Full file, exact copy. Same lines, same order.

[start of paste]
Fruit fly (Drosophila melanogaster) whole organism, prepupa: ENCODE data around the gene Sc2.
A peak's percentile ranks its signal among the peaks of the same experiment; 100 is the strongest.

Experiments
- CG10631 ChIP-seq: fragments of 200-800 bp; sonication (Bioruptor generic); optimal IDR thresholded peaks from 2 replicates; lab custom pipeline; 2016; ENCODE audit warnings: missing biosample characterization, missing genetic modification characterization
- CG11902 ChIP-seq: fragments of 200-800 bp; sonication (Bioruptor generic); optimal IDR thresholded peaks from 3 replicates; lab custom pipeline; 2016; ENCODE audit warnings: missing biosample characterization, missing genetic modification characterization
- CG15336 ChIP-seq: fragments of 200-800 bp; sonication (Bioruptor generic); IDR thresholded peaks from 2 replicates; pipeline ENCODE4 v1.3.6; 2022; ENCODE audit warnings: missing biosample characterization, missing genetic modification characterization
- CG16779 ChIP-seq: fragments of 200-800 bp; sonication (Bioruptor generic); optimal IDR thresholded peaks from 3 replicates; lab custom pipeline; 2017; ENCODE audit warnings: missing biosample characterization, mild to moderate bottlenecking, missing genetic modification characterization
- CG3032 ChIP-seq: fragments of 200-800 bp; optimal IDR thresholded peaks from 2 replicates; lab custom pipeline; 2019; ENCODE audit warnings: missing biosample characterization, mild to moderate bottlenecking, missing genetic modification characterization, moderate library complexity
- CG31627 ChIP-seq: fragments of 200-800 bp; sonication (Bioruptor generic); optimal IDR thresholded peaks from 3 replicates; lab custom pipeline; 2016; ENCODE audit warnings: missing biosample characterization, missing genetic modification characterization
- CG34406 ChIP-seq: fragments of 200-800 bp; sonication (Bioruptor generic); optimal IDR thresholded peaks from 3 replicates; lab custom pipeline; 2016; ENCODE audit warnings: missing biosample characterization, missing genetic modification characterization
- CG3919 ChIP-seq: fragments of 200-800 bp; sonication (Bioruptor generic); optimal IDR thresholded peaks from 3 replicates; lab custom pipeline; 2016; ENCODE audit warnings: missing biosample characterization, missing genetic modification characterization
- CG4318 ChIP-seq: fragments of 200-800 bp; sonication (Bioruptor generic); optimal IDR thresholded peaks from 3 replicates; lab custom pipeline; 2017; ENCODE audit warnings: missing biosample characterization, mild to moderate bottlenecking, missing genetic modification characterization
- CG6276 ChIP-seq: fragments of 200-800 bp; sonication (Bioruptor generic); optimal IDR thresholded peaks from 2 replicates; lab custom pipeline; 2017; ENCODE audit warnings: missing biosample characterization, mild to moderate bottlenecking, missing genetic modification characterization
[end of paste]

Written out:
Fruit fly (Drosophila melanogaster) whole organism, prepupa: ENCODE data around the gene Sc2.
A peak's percentile ranks its signal among the peaks of the same experiment; 100 is the strongest.

Experiments
- CG10631 ChIP-seq: fragments of 200-800 bp; sonication (Bioruptor generic); optimal IDR thresholded peaks from 2 replicates; lab custom pipeline; 2016; ENCODE audit warnings: missing biosample characterization, missing genetic modification characterization
- CG11902 ChIP-seq: fragments of 200-800 bp; sonication (Bioruptor generic); optimal IDR thresholded peaks from 3 replicates; lab custom pipeline; 2016; ENCODE audit warnings: missing biosample characterization, missing genetic modification characterization
- CG15336 ChIP-seq: fragments of 200-800 bp; sonication (Bioruptor generic); IDR thresholded peaks from 2 replicates; pipeline ENCODE4 v1.3.6; 2022; ENCODE audit warnings: missing biosample characterization, missing genetic modification characterization
- CG16779 ChIP-seq: fragments of 200-800 bp; sonication (Bioruptor generic); optimal IDR thresholded peaks from 3 replicates; lab custom pipeline; 2017; ENCODE audit warnings: missing biosample characterization, mild to moderate bottlenecking, missing genetic modification characterization
- CG3032 ChIP-seq: fragments of 200-800 bp; optimal IDR thresholded peaks from 2 replicates; lab custom pipeline; 2019; ENCODE audit warnings: missing biosample characterization, mild to moderate bottlenecking, missing genetic modification characterization, moderate library complexity
- CG31627 ChIP-seq: fragments of 200-800 bp; sonication (Bioruptor generic); optimal IDR thresholded peaks from 3 replicates; lab custom pipeline; 2016; ENCODE audit warnings: missing biosample characterization, missing genetic modification characterization
- CG34406 ChIP-seq: fragments of 200-800 bp; sonication (Bioruptor generic); optimal IDR thresholded peaks from 3 replicates; lab custom pipeline; 2016; ENCODE audit warnings: missing biosample characterization, missing genetic modification characterization
- CG3919 ChIP-seq: fragments of 200-800 bp; sonication (Bioruptor generic); optimal IDR thresholded peaks from 3 replicates; lab custom pipeline; 2016; ENCODE audit warnings: missing biosample characterization, missing genetic modification characterization
- CG4318 ChIP-seq: fragments of 200-800 bp; sonication (Bioruptor generic); optimal IDR thresholded peaks from 3 replicates; lab custom pipeline; 2017; ENCODE audit warnings: missing biosample characterization, mild to moderate bottlenecking, missing genetic modification characterization
- CG6276 ChIP-seq: fragments of 200-800 bp; sonication (Bioruptor generic); optimal IDR thresholded peaks from 2 replicates; lab custom pipeline; 2017; ENCODE audit warnings: missing biosample characterization, mild to moderate bottlenecking, missing genetic modification characterization